Hexamethylene triperoxide diamine
HMTD as powder
| IUPAC name
| Other names
|Molar mass||208.17 g/mol|
|Appearance||White crystalline solid|
|Density|| 0.88 g/cm3|
1.597 g/cm3 (at -123.15 °C)
|Melting point|| Decomposes at 75 °C|
Ignites spontaneously at 133 °C
|0.01 g/100 ml|
|Solubility||Soluble in ethanol, THF|
|Solubility in acetone||0.41 g/100 ml|
|Solubility in diethyl ether||0.024 g/100 ml|
|Solubility in chloroform||0.36 g/100 ml|
|Safety data sheet||None|
| Acetone peroxide|
Methyl ethyl ketone peroxide
Except where otherwise noted, data are given for materials in their standard state (at 25 °C [77 °F], 100 kPa).
Hexamethylene triperoxide diamine or HMTD is a dangerous high explosive organic compound. It has very little use outside of amateur explosives, and because it was used in many terrorist bombings, it gets a bad reputation.
Like most organic peroxides, such as acetone peroxide, HMTD is unstable and detonates when subjected to shock, friction, and heat. It is, however, less unstable than many other peroxides under normal conditions. It's sensitivity is greatly increased from exposure to ultraviolet light or in contact with most common metals. HMTD is chemically very stable when pure (free of acids, bases, and metal ions) and does not quickly sublime like its acetone counterparts.
HMTD is a white solid, which decomposes if heated to 75 °C. It has a density of 0.88 g/cm3. HMTD is soluble in THF, and somewhat soluble in ethanol. It is almost insoluble in acetone, chloroform, diethyl ether and water.
HMTD is can detonate when subjected to moderate shock, friction, and heat, but it is less sensitive than most peroxide-based explosives. It has a detonation velocity of 4,511 m/s (though some sources give the value of 5,100 m/s) and a R.E. factor of 0.8, identical to that of TATP (acetone peroxide).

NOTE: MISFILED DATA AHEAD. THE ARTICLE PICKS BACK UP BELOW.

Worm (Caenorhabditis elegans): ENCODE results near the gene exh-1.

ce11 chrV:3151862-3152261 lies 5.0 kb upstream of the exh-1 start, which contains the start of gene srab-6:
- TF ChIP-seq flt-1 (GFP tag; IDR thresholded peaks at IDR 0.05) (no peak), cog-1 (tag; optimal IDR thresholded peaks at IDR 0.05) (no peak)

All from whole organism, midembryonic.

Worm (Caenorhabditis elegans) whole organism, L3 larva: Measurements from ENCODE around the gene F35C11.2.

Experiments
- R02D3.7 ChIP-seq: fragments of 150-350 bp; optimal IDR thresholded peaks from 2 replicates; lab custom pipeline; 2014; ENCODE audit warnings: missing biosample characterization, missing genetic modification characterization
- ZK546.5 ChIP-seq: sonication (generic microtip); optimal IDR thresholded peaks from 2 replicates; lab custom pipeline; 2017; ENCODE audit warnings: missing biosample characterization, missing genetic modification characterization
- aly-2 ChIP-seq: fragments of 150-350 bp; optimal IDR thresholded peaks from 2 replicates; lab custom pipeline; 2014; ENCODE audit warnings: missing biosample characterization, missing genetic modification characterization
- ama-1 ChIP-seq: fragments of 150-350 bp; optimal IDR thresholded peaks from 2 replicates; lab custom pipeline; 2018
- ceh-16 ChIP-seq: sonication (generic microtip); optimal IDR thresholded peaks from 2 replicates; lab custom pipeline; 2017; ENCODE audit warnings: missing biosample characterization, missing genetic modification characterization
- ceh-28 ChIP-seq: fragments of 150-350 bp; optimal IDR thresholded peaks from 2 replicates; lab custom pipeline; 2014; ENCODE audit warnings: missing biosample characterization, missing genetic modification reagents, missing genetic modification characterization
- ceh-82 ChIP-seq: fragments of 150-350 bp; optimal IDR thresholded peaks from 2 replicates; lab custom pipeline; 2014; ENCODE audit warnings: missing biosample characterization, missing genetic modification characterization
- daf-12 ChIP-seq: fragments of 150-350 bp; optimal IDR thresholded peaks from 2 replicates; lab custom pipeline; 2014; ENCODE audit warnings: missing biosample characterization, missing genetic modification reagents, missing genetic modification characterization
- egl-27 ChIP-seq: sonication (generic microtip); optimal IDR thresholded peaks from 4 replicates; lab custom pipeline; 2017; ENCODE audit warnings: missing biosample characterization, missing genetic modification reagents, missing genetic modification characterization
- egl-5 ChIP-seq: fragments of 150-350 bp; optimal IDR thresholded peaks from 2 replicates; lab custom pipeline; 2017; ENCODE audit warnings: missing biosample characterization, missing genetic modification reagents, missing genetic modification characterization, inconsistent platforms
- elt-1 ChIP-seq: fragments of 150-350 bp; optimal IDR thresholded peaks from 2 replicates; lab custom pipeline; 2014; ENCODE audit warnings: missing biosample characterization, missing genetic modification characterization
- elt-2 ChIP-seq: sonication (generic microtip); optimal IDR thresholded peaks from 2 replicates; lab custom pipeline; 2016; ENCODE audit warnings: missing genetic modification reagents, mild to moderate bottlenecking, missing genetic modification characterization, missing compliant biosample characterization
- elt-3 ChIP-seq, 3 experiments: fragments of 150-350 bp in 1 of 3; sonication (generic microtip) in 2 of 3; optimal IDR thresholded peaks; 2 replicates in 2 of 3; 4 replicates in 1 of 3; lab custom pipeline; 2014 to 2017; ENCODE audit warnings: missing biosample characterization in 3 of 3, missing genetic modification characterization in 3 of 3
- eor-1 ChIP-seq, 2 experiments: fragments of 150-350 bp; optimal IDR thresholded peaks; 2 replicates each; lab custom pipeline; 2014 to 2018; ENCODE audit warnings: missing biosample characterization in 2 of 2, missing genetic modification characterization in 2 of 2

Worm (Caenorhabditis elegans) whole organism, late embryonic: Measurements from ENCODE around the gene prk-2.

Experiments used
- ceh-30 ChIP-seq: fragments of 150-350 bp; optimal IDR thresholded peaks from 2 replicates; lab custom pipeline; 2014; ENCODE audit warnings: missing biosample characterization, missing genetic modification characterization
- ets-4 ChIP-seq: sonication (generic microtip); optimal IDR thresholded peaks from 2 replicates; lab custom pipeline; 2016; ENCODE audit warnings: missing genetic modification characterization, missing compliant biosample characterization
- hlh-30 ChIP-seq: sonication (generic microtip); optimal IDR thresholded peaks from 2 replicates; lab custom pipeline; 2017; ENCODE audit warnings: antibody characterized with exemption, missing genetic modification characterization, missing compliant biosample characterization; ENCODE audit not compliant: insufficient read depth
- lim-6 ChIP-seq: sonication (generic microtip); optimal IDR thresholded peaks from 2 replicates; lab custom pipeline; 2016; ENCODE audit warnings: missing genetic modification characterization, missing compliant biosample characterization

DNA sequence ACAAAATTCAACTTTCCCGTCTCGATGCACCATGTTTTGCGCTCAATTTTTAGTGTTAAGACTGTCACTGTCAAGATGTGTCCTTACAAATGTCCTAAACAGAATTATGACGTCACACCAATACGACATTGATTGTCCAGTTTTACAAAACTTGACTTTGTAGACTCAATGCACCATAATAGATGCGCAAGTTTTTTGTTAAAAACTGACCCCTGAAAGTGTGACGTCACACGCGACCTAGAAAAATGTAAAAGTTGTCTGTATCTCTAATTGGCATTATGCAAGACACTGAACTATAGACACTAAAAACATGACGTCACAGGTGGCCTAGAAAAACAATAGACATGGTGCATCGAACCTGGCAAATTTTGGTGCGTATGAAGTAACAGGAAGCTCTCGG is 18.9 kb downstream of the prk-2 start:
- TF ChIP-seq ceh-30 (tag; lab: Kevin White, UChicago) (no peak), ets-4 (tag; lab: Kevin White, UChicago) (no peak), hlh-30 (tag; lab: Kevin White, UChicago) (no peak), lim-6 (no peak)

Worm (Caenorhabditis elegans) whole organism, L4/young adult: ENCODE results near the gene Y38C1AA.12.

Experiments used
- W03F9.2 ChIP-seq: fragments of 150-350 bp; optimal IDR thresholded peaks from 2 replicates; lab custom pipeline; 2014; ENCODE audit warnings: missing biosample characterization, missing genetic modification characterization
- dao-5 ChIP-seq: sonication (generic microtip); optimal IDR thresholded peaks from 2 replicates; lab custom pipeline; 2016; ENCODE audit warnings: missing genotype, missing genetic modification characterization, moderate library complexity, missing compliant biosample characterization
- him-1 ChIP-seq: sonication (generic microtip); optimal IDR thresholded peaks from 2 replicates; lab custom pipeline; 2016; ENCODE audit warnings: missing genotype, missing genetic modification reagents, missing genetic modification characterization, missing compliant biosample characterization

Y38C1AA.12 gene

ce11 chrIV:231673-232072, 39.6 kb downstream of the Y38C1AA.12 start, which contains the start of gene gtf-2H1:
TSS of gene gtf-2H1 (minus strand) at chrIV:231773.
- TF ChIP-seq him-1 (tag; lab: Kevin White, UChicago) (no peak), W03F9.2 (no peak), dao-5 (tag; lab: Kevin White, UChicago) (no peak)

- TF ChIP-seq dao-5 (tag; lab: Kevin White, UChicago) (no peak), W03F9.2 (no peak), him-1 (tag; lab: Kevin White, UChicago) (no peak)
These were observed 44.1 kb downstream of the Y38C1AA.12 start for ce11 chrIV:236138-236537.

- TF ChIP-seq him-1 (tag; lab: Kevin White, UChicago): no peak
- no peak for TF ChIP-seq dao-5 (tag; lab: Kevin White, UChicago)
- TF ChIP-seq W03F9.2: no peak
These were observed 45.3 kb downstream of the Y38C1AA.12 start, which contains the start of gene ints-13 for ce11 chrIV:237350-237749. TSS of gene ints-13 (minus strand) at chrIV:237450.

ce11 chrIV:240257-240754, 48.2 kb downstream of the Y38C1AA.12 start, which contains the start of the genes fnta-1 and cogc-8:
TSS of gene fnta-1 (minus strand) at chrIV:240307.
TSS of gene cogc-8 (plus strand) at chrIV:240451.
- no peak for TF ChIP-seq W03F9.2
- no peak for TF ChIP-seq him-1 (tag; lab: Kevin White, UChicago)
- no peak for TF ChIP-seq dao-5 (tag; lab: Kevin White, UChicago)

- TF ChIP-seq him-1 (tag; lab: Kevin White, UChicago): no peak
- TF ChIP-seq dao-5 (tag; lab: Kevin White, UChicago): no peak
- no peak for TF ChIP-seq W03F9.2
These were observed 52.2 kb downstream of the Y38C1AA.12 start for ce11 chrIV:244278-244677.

HMTD is not sold by any supplier due to its sensitivity.
The preparation of HMTD always presents the risk of premature detonation and should not be attempted by amateurs. But if you really want to know:
14 g of hexamine is dissolved in 45 ml of hydrogen peroxide 30% concentration and stirred (mechanically) at 0 °C. An amount of 21 grams of finely powdered citric acid is then slowly added under continuous stirring for 3 h, at 0 °C. After 3 hours, the product is allowed to reach room temperature and left for 2 h. The white crystalline product is filtered off, and washed thoroughly with water, to remove any water soluble impurities and rinsed with methanol. The wet product is air dried. This part is risky as the product may explode during drying. The yield is around 50-70%.
Larger amounts are not safe to handle, so it's best to try to make smaller amounts based on the process above.
Due to its instability, HMTD doesn't have many uses outside amateur explosives. As it is a stronger initiating explosive than mercury(II) fulminate, it can be used to make blasting caps, albeit they should be used quickly. Never use metal for these blasting caps, as this increases its sensitivity! Unfortunately, due to its use in terrorist bombings it's best to stay away from using this compound as mush as possible.
Although it is more stable than most explosive peroxides, it is still sensitive to friction, shock and heat, especially when dry. Contact with metals should be avoided. If wet or underwater, it is more stable.
The manufacture, possession or use of HMTD and other organic peroxide explosives without a permit/license is a crime in most countries.
Like acetone peroxide, it is a federal offense to make, possess, or use HMTD or any other organic peroxide explosives in the United States.
NEVER STORE HMTD! Try to use it as soon as possible.
A SM user has discovered that HMTD can be safely stored at -10 °C, with no signs of any decomposition, even after 15 years.
Being a sensitive explosive, it is easy to dispose of via detonation, though this is an unsafe procedure.
Safe disposal can be done by adding a mixture of zinc sulfate, copper(II) chloride with Zn and Cu powder, in a solution containing the peroxide. The salt/metal/peroxide ratio is 5:5:1. Small amounts of sulfuric acid are also added. 
- Wierzbicki, Andrzej; Salter, E. Alan; Cioffi, Eugene A.; Stevens, Edwin D.; Journal of Physical Chemistry A; vol. 105; nb. 38; (2001); p. 8763 - 8768
- Haid; Globig; Z. Schiess-Sprengstoffw.; vol. 21; p. 164; Chem. Zentralbl.; vol. 98; nb. I; (1927); p. 967